Income Statement

Businesses keep financial records so they will know how their company is performing financially.  For publicly traded companies (ones you can purchase stock in), these records are also shared with investors. The three main financial statements companies use are the Income Statement, the Balance Sheet, and the Cash Flow Statement.

The income statement primarily focuses on the company’s revenue and expenses (what they’ve earned and what they’ve paid for) during a particular period of time.  The bottom line shows a net profit or a net loss depending on the company’s performance during that time period.  Companies may complete an income statement whenever they want, but typically they are completed quarterly (every three months) or annually. 

Explanation of an Income Statement

Income statements are known by various names including a Profit and Loss Statement and an Earnings Statement.  This is because the income statement shows whether or not the company is making a profit.  The income statement serves two main purposes: 1) It shows managers how the business is performing and whether or not sales are keeping up with expenses, and 2) It provides investors with a snapshot of the overall performance of the company. The important thing to remember about an income statement is that it represents profit for a particular period of time (e.g. 1st Quarter 2020). This contrasts with the balance sheet, which represents a single moment in time (e.g. September 2019).

Apple, Inc’s Income Statement

The portion of the income statement that deals with operating items is interesting to investors and analysts alike because this section discloses information about expenses that are a direct result of the regular business operations. In the example provided, you see that this includes advertising expenses, sales commissions, and office supplies and equipment needed for the business to operate.

The portion that deals with non-operating items discloses revenue and expense information about activities that are not tied directly to a company’s regular operations. In the example provided, you see that this includes interest revenue, interest expenses, and loss from a lawsuit. 

Steps in Understanding the Income Statement

In order to best understand how to read and understand an Income Statement Sheet, it’s important to understand the order of which information is displayed.

  1. Date: The date that the statement was created is always at the top.  It reflects all data for a particular period of time such as “For the period of January to March 20xx.”
  2. Net Sales or Operating Revenue: This represents the total amount of revenue earned from customers purchasing the company’s goods or services.
  3. Cost of Sales (also known as Cost of Goods Sold, or Cost of Revenue): This is the amount of money the company has spent in the production of its goods. It would include costs for raw materials, labor, and manufacturing/
  4. Gross Profit or Margin: This represents the profit a company has earned only after taking into account the Cost of Goods Sold (#3).  The number is calculated by subtracting Cost of Goods Sold from Net Sales.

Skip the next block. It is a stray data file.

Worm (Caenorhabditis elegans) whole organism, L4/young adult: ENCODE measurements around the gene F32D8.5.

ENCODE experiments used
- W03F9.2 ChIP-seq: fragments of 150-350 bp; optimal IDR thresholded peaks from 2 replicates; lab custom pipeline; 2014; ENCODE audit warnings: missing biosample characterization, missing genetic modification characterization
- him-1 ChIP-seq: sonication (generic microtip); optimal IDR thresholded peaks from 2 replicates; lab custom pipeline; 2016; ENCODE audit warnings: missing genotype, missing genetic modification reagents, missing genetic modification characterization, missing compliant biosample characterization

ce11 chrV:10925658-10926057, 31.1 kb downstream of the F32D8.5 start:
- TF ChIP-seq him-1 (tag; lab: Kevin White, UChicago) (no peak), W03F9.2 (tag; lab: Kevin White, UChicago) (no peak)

5. Operating Expenses: This figure represents the costs that the company pays for running the business.  If a cost is not directly related to producing the good or service, it is included here. 
  6. Operating Income: This figure represents earnings from normal operations without taking in to consideration taxes and special one-time occurring items (e.g.: settlement of a court case).  It is calculated by subtracting Operating Expenses from Gross Profit.
  7. Interest Expense: This figure reflects the cost of borrowing money.
  8. Pre-tax Income: This figure represents total earnings before being taxed.  
  9. Income Taxes: This figure best represents what taxes the company expects to pay during the time period specified.  It is usually an estimate since taxes are normally paid once a year but Income Statements are prepared four times a year.
  10. Special or Extraordinary Expenses: This figure represents special expenses the company had to pay during this period of time that were not part of the daily operations, such as purchasing a warehouse or a large piece of machinery
  11. Net Income: This figure represents the profit (or loss) the business earned after subtracting all expenses and taxes. 

Main Points to Remember

  • The Income Statement represents how well a company is doing financially during a period of time. It summarizes the revenue, expenses, and profit into one easy-to-read financial document.
  • Investors pay close attention to an Income Statement because it is an accurate snapshot of a company’s performance over a specific period of time.
  • Lenders evaluate the suitability of a loan based on the Income Statement because it shows the profit a company is making.
  • Investors pay close attention to the “bottom line” and expect this figure to grow consistently over time. The “bottom line” figure is often the first data point an investor looks at when determining whether or not to invest. 
  • Comparing Income Statements from one period to the next is a great indication of the direction a company is heading.  If Net Income is increasing, then the company is heading in the right direction.  If it is decreasing, then the company needs to make some changes.

Finding Income Statements

You can find the income statements of every publicly traded company in the United States using the Research tool.

Just open the Research page, and click “Financial Statements” on the left side of the page. You can review the Balance Sheet, Income Statement, and Cash Flow Statement for every publicly-traded company in the United States, going back 5 years.

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